If you are confident that your baby or child does have a tongue tie and are looking for help, you have come to the right place! I know how challenging it can be to find a good tongue tie professional. You may have no idea how to start or where to look. What type of professionals treat tongue tie? Is a tongue tie release enough or should you find other support services as well? The goal of this article is to answer all of those questions and more.
If you think your child does have a tongue tie but are not sure, I recommend seeing a professional who can properly assess and diagnose them (or not!). Dr. Ghaheri is a highly respected ENT who has a great post about assessing babies for lip and tongue ties. If you can’t easily access a professional’s opinion, this may be a good place to start to give you an idea if you should proceed further.
For more information about signs of tongue tie in babies and children, check out this post from the Alabama Tongue Tie Center.
Trust your instincts. If you know in your gut that there is something going on with your baby or child, you have to listen to that voice! Tune out the noise of others telling you “it’s normal”, “they’re fine”, “they will grow out of it”. Unfortunately, these may be things your pediatrician has told you. But you are the expert on your child, not their doctor. Pediatricians are generalists and they typically do not have specialized training on how to assess for or diagnosis tongue tie. If you don’t feel listened to or supported, I strongly recommend finding a knowledgeable and experienced professional who can help your family.
What Type of Professionals Treat Tongue Tie and Related Issues?
When parents first think about tongue tie treatment, they often think about who will do the release. A release is the surgical management of tongue tie and is done either by using scissors or a laser. Release providers can be ENTs or dentists. There are some pediatricians with this training as well. That said, most dentists and most ENTs are not knowledgeable or experienced on this topic. You have to find the right person for the job! And I will help guide you on that path later in this article.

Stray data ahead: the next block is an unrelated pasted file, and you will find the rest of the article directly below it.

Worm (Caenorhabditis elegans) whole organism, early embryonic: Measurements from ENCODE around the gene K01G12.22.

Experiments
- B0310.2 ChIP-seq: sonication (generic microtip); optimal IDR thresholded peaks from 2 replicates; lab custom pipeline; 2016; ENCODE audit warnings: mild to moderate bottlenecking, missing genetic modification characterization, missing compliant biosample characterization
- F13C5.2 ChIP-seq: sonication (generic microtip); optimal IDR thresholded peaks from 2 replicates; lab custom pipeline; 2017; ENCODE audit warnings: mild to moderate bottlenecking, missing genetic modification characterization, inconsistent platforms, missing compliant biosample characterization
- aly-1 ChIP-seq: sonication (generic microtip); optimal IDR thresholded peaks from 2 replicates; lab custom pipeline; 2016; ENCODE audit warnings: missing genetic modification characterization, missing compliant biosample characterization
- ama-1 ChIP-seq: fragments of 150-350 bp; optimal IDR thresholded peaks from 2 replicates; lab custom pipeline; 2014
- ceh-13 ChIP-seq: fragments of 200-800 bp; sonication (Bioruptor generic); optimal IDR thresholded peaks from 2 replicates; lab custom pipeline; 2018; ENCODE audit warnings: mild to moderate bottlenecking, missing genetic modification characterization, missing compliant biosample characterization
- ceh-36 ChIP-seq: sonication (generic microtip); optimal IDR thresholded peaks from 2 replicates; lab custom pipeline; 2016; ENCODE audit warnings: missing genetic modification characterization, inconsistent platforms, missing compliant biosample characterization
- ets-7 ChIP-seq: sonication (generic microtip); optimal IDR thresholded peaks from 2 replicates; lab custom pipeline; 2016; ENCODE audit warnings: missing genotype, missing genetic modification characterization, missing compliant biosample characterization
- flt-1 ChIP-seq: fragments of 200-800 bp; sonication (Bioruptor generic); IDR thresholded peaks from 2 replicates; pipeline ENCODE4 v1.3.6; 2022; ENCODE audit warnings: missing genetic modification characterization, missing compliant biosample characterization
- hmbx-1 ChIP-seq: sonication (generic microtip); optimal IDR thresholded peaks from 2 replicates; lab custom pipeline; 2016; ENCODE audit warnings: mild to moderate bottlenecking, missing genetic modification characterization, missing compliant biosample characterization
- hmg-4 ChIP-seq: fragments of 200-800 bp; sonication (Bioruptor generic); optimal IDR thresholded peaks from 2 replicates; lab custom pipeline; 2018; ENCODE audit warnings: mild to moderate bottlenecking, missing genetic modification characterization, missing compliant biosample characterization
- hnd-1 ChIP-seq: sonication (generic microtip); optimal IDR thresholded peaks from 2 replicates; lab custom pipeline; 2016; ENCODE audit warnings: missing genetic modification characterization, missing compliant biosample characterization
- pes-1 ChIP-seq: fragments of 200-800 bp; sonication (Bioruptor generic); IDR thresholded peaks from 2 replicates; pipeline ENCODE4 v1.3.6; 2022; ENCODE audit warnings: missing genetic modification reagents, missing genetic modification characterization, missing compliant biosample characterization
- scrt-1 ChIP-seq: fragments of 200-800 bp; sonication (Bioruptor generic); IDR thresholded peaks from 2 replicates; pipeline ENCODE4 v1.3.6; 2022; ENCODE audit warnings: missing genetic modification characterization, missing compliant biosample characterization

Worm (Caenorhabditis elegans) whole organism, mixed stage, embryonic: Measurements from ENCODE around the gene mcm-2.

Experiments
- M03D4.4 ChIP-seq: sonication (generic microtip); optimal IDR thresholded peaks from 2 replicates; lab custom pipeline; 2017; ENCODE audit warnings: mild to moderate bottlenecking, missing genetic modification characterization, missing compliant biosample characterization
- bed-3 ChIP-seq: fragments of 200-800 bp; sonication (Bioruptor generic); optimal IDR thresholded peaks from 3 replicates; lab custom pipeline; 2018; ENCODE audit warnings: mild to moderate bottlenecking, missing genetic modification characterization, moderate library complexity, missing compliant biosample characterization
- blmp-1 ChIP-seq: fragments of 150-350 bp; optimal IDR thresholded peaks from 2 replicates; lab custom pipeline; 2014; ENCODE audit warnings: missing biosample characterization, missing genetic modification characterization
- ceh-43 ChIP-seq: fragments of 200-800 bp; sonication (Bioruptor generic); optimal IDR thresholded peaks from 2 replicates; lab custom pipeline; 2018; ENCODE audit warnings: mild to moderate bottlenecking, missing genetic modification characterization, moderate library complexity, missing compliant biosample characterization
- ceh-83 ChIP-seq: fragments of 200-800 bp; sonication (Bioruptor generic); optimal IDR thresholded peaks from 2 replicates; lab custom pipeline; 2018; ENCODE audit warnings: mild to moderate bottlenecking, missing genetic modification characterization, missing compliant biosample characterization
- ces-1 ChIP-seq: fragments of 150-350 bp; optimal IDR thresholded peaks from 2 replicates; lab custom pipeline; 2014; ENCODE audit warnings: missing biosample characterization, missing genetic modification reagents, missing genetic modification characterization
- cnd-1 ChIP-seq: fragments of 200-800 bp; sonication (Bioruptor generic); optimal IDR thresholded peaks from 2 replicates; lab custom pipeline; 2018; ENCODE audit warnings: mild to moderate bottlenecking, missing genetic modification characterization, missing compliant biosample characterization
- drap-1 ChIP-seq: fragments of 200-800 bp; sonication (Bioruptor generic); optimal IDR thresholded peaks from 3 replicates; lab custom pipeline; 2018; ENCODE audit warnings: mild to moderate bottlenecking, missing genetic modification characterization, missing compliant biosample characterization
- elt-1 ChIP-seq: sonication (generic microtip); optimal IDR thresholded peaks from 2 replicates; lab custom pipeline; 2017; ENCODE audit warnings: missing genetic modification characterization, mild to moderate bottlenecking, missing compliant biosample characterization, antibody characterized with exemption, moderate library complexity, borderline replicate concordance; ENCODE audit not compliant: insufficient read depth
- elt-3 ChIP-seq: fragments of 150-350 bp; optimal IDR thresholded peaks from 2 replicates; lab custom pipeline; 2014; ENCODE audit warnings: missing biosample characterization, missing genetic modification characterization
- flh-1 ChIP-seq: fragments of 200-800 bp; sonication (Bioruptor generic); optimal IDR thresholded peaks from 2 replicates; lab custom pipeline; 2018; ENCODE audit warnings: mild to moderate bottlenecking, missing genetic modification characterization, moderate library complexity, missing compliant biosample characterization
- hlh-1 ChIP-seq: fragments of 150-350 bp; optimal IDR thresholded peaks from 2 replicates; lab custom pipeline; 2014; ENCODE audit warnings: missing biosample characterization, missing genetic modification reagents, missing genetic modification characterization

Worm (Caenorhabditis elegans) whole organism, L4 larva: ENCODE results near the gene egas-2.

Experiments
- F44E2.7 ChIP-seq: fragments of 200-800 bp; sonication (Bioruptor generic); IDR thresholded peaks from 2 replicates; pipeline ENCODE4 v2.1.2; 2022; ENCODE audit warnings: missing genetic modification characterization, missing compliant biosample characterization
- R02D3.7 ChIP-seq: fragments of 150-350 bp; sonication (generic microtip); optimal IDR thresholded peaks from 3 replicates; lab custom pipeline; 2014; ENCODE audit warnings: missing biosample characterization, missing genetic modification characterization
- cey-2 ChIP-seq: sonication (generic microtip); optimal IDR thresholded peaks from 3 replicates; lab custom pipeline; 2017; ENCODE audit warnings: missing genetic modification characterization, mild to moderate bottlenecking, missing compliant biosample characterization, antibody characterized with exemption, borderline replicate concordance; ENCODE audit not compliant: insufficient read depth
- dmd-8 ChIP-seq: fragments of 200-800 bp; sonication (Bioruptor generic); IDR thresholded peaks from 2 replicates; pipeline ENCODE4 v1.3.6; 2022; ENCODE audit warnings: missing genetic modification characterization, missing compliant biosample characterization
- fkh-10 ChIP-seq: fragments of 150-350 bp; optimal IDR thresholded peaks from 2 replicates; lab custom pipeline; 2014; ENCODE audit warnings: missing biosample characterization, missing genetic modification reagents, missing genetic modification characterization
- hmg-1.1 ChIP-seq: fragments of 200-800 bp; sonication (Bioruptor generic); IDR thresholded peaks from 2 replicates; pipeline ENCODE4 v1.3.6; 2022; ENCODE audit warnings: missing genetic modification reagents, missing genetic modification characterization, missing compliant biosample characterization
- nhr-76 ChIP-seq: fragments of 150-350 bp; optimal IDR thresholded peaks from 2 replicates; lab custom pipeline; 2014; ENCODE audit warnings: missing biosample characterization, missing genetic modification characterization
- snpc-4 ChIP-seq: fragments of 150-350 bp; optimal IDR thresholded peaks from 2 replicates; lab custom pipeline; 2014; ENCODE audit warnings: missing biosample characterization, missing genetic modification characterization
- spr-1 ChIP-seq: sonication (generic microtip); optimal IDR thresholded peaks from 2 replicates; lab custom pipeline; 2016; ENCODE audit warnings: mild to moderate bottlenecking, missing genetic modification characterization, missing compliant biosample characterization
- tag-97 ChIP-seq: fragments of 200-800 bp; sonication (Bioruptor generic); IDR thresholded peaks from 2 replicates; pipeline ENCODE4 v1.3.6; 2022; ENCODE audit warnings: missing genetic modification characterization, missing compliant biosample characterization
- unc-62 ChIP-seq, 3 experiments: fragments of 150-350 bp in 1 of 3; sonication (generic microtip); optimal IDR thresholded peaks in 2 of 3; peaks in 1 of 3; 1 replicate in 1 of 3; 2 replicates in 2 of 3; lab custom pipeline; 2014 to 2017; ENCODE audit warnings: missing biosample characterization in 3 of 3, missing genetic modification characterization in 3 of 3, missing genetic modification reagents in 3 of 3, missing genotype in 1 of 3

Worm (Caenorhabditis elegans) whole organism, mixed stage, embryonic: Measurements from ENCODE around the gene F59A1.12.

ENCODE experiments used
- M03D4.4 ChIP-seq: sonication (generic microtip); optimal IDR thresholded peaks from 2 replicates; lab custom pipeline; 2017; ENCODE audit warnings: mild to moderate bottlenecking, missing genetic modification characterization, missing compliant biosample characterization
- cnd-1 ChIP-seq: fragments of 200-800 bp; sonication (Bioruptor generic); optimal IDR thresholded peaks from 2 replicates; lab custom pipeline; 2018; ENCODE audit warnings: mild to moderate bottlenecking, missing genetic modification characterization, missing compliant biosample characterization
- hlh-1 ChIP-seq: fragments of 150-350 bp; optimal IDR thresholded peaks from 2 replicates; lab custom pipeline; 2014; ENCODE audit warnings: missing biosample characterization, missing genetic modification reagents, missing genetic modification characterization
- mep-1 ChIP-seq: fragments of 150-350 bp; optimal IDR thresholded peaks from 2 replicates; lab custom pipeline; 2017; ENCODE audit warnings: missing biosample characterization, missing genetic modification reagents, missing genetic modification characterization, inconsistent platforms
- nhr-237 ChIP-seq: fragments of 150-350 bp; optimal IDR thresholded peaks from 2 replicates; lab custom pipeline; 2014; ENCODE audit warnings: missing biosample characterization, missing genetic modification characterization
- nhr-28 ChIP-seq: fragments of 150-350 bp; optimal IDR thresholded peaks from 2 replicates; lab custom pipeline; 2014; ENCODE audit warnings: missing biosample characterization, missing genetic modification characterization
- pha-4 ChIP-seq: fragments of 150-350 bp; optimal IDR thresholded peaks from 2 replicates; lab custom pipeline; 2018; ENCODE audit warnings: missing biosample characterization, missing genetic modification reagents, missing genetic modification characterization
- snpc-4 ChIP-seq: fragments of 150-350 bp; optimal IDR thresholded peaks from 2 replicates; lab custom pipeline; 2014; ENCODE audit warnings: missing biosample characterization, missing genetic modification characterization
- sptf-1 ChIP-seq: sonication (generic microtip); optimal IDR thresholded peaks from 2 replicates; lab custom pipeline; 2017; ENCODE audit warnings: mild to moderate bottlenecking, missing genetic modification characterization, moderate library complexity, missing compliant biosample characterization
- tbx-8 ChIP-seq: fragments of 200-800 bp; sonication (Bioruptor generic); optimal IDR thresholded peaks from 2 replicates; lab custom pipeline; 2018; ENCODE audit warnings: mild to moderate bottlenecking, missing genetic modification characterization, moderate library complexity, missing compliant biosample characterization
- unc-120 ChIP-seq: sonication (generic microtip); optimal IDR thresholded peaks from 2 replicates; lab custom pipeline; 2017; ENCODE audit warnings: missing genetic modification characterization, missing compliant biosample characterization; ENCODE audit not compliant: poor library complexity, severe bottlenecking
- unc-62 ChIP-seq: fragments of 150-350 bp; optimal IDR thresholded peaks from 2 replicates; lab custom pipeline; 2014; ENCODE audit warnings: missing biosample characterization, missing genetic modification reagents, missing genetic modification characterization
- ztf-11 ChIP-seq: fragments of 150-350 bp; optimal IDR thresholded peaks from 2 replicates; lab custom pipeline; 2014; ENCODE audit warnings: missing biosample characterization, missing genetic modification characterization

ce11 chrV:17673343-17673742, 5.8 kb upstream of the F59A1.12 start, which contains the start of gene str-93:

You may have heard that some people recommend other types of treatment in addition to (or sometimes instead of) the release. The benefits of pre and post tongue tie release treatment are becoming more widely known and accepted. Babies and children with TOTs (tethered oral tissues) typically have other areas of tension in their body. They therefore benefit from bodywork and manual therapies to help relieve this tension and improve motor patterns.
Many children have other challenges related to their tongue tie diagnosis, such as feeding & swallowing issues, digestive issues, motor skill delay or dysfunction, torticollis or plagiocephaly, sleep challenges, state regulation issues, etc. These children need support from the appropriate professional for these issues and a release alone will likely not be enough to resolve their challenges. For more information about these related issues, check out our article The Long-Term Effects of Tongue Tie.
The following list of professionals and types of treatment is not exhaustive by any means. There are so many different types of professionals entering the tongue tie world because we are learning more and more about how complex this diagnosis can be. The following list is a great place to start and you will naturally find other solutions as you continue on your journey.
As stated above, providers that do tongue tie release procedures are typically ENTs (ear nose and throat medical doctors) and dentists. Some pediatricians are also trained in the procedure. Most ENTs, dentists, and pediatricians do not do release procedures, so you must find a provider with this specialized training.
Release providers use either scissors or laser to do the procedure. There is much debate over which method is better, but most professionals agree that what’s most important is the experience of the provider, not the tool. Dr. Ghaheri wrote a great article about this topic: Does Laser Vs Scissors Matter?
Bodywork and Manual Therapy
There are many different types of bodywork and manual therapy. This may include myofascial release, trigger point release, massage, cranial sacral therapy, and more! What’s most important is not necessarily the specific type of treatment, but rather the experience of the professional. Bodywork and manual therapies may be provided by: Occupational therapists, physical therapists, chiropractors, cranial sacral therapists, osteopaths, and massage therapists.
If you are having challenges with breastfeeding, I highly recommend working with an IBCLC with tongue tie knowledge. IBCLC stands for International Board Certified Lactation Consultant. Other professionals may have the designation of lactation educator, lactation counselor, or they may even call themselves a lactation consultant. However, these titles are not equivalent to IBCLC. Obtaining board certification is a rigorous process and this designation signals a higher level of knowledge. That said, certification alone does not make a good professional, so do your research to find someone with the right experience to help you and your little one.